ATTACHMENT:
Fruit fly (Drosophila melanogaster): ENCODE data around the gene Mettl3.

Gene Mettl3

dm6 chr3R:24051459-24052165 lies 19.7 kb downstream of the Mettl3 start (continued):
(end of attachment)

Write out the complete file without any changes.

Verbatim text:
Fruit fly (Drosophila melanogaster): ENCODE data around the gene Mettl3.

Gene Mettl3

dm6 chr3R:24051459-24052165 lies 19.7 kb downstream of the Mettl3 start (continued):